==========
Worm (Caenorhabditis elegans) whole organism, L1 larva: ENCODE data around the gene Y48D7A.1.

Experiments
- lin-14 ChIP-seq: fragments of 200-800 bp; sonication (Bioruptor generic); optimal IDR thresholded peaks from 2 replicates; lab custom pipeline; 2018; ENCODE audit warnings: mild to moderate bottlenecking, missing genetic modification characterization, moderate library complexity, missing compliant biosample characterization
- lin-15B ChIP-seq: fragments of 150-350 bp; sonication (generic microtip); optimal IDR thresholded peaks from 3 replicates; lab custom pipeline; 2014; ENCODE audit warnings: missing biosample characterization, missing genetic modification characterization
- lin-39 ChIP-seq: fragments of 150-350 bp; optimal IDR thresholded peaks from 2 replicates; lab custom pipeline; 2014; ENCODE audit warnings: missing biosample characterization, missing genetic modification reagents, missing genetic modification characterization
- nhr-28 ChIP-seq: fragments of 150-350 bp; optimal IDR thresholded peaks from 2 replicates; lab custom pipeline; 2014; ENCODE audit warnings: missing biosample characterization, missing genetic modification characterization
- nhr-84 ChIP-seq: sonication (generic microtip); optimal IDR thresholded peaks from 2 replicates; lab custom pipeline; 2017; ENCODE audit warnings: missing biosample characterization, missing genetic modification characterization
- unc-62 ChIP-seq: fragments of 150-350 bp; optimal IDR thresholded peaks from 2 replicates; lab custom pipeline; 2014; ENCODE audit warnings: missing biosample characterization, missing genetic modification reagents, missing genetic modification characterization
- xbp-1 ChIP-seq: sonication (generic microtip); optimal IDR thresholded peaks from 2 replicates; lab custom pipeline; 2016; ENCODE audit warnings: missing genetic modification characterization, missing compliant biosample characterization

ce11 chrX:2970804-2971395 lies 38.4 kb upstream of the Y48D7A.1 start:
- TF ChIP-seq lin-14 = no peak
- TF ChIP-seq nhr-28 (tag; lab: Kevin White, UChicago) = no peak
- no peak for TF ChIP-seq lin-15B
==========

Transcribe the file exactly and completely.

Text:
Worm (Caenorhabditis elegans) whole organism, L1 larva: ENCODE data around the gene Y48D7A.1.

Experiments
- lin-14 ChIP-seq: fragments of 200-800 bp; sonication (Bioruptor generic); optimal IDR thresholded peaks from 2 replicates; lab custom pipeline; 2018; ENCODE audit warnings: mild to moderate bottlenecking, missing genetic modification characterization, moderate library complexity, missing compliant biosample characterization
- lin-15B ChIP-seq: fragments of 150-350 bp; sonication (generic microtip); optimal IDR thresholded peaks from 3 replicates; lab custom pipeline; 2014; ENCODE audit warnings: missing biosample characterization, missing genetic modification characterization
- lin-39 ChIP-seq: fragments of 150-350 bp; optimal IDR thresholded peaks from 2 replicates; lab custom pipeline; 2014; ENCODE audit warnings: missing biosample characterization, missing genetic modification reagents, missing genetic modification characterization
- nhr-28 ChIP-seq: fragments of 150-350 bp; optimal IDR thresholded peaks from 2 replicates; lab custom pipeline; 2014; ENCODE audit warnings: missing biosample characterization, missing genetic modification characterization
- nhr-84 ChIP-seq: sonication (generic microtip); optimal IDR thresholded peaks from 2 replicates; lab custom pipeline; 2017; ENCODE audit warnings: missing biosample characterization, missing genetic modification characterization
- unc-62 ChIP-seq: fragments of 150-350 bp; optimal IDR thresholded peaks from 2 replicates; lab custom pipeline; 2014; ENCODE audit warnings: missing biosample characterization, missing genetic modification reagents, missing genetic modification characterization
- xbp-1 ChIP-seq: sonication (generic microtip); optimal IDR thresholded peaks from 2 replicates; lab custom pipeline; 2016; ENCODE audit warnings: missing genetic modification characterization, missing compliant biosample characterization

ce11 chrX:2970804-2971395 lies 38.4 kb upstream of the Y48D7A.1 start:
- TF ChIP-seq lin-14 = no peak
- TF ChIP-seq nhr-28 (tag; lab: Kevin White, UChicago) = no peak
- no peak for TF ChIP-seq lin-15B